In addition to the objective function, there are some constraints that need to be noted: 10 11 In both cases all the candidate SCs are tested one at a time, and then the SC is removed, to find out if it was dispensable or indispensable.
Calculate the deployment cost of i Using variable Z and Eqs 7 , 8 and 9 ;. Calculate Shannon capacity of k according to Eq 6 ;. After this phase, is calculated the deployment cost of each i St using Eqs 8 , 9 and 10 Z is used as a binary variable, to determine whether the cost of transport will be considered in the cost function , and then St is sorted by cost in descending order, St will serve as input to Algorithm 2.
At the end of this phase, interference between SCs and UEs are calculated and the maximum capacity of each k UE is calculated, considering the resources available in each SCs i. In this algorithm, all i S is tested to determine if this SC is indispensable: the test is done by taking out SC and calculating whether the minimum requirements for coverage and QoS are met. In the last phase, algorithm 1 is called again to recalculate the UEs assignment and Shannon capacity.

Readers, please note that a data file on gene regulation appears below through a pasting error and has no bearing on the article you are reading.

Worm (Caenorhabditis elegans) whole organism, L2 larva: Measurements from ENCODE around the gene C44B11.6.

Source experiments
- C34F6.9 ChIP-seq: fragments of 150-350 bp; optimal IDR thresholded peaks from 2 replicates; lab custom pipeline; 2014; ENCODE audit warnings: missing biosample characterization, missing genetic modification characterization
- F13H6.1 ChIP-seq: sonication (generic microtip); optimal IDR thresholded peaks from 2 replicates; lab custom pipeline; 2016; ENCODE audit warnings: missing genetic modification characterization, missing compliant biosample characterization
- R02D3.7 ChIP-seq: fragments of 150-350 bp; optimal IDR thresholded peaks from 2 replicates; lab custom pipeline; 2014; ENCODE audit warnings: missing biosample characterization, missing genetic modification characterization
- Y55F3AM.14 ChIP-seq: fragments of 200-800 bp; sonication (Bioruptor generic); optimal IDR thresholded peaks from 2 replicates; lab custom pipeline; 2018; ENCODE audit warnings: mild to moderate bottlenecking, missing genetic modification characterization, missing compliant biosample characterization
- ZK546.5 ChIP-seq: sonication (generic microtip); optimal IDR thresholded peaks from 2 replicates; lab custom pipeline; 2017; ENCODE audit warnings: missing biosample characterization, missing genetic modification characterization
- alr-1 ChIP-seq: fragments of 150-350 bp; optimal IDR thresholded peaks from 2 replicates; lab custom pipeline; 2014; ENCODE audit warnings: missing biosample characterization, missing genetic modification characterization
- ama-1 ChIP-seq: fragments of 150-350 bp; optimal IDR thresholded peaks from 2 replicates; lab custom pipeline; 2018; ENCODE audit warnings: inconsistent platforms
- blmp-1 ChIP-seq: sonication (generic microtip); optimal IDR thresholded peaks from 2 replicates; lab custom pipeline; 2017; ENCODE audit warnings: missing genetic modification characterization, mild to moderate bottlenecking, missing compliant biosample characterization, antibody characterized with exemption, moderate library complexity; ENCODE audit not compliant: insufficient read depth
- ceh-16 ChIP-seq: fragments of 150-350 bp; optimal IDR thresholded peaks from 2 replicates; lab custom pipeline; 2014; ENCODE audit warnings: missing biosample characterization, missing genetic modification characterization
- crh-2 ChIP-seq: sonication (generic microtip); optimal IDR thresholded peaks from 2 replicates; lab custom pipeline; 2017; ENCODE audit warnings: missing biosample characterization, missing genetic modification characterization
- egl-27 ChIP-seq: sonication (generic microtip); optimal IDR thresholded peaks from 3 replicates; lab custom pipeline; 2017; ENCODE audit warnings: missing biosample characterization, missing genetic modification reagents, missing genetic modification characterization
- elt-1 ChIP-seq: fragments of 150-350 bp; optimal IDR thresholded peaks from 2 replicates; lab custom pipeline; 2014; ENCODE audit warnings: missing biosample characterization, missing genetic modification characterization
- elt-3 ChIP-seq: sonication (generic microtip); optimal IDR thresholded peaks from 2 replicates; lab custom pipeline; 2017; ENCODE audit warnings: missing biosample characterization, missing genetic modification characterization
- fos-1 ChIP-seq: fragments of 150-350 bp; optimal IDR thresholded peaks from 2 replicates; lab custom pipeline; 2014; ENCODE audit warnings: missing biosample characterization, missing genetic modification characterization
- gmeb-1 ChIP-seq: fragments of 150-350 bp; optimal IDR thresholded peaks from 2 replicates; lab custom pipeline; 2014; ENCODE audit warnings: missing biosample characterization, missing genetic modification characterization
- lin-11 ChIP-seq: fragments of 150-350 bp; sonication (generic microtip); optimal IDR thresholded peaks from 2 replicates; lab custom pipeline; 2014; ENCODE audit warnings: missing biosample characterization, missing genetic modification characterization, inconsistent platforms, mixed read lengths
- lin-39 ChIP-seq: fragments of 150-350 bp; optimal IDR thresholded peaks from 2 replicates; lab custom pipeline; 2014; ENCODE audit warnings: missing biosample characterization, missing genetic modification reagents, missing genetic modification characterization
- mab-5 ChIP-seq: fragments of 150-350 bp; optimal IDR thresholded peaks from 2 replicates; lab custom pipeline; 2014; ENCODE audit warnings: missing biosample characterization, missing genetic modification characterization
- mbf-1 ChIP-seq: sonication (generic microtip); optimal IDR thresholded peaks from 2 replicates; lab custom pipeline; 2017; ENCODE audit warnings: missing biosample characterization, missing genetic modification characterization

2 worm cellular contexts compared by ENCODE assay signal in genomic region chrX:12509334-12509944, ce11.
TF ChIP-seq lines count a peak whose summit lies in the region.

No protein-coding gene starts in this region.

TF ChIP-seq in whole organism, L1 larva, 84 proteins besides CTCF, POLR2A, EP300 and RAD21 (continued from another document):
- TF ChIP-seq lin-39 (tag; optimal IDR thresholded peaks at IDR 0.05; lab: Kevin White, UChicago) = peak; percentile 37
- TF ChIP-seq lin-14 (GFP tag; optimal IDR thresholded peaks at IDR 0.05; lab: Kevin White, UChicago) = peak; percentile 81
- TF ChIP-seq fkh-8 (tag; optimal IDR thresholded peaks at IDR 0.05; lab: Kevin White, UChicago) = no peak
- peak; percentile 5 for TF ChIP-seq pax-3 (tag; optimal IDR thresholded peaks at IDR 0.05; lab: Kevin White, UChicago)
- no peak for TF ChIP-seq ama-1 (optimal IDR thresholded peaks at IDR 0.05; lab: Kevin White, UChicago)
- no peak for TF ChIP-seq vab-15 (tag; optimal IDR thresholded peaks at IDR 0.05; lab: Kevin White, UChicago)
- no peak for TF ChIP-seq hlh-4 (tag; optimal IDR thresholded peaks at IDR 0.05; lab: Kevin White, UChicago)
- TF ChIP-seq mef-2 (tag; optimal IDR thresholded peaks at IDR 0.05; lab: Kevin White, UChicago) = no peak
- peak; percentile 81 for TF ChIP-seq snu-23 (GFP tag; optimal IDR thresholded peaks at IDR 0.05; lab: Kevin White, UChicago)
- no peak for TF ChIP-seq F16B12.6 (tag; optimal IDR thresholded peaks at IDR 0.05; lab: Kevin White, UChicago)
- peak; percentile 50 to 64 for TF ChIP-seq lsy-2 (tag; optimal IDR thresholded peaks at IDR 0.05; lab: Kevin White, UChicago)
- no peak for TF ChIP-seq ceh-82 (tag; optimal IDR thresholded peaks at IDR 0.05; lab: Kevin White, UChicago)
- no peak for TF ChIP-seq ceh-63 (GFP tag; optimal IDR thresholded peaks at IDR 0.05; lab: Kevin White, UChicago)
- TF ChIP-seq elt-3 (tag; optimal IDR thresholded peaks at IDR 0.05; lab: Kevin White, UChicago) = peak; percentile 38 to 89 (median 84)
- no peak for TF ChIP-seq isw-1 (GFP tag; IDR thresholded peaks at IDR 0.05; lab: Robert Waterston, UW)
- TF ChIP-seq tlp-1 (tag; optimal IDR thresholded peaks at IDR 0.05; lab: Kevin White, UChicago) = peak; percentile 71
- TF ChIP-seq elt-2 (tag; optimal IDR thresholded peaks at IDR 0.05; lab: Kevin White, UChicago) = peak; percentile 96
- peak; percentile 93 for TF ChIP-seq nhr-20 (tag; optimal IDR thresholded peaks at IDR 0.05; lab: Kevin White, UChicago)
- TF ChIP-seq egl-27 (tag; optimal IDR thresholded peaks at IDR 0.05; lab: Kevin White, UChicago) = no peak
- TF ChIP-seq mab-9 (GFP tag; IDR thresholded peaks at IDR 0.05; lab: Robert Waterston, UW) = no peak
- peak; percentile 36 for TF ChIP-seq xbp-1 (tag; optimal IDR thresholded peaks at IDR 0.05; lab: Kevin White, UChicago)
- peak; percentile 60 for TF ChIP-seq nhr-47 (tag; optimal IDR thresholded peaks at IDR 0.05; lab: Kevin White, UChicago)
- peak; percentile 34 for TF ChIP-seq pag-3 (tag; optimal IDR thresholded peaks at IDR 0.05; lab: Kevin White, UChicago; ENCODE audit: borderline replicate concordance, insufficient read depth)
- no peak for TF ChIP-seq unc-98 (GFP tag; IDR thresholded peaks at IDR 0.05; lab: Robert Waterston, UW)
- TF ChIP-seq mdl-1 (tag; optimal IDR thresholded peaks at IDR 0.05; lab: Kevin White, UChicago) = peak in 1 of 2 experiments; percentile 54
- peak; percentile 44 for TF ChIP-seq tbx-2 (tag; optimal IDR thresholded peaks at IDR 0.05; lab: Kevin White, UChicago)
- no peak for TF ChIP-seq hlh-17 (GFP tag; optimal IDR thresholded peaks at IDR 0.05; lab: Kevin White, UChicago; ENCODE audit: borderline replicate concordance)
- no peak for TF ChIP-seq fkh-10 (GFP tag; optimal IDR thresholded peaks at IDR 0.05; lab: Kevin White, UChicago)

After all tests, the remaining SC are deployed and are interconnected by means of Prim's algorithm [ 61 ], which is a greedy algorithm that finds a minimum spanning tree for a weighted undirected graph. This is a standard algorithm used worldwide in the literature for the purpose of making comparisons, although our framework is flexible enough to use any other algorithm. Unlike the previous heuristics, the Type 3 T3 does not include an initial set of SCs to be tested; instead, the users' positions are noted so that the semi-optimal locations to deploy SCs can be found.